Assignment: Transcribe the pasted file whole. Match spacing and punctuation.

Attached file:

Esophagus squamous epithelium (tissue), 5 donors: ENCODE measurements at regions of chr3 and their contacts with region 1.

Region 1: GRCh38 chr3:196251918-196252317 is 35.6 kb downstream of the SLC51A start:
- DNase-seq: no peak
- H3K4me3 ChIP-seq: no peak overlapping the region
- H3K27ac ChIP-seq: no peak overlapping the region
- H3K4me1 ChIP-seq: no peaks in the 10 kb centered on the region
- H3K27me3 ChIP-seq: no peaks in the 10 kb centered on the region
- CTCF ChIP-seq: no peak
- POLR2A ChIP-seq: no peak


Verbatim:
Esophagus squamous epithelium (tissue), 5 donors: ENCODE measurements at regions of chr3 and their contacts with region 1.

Region 1: GRCh38 chr3:196251918-196252317 is 35.6 kb downstream of the SLC51A start:
- DNase-seq: no peak
- H3K4me3 ChIP-seq: no peak overlapping the region
- H3K27ac ChIP-seq: no peak overlapping the region
- H3K4me1 ChIP-seq: no peaks in the 10 kb centered on the region
- H3K27me3 ChIP-seq: no peaks in the 10 kb centered on the region
- CTCF ChIP-seq: no peak
- POLR2A ChIP-seq: no peak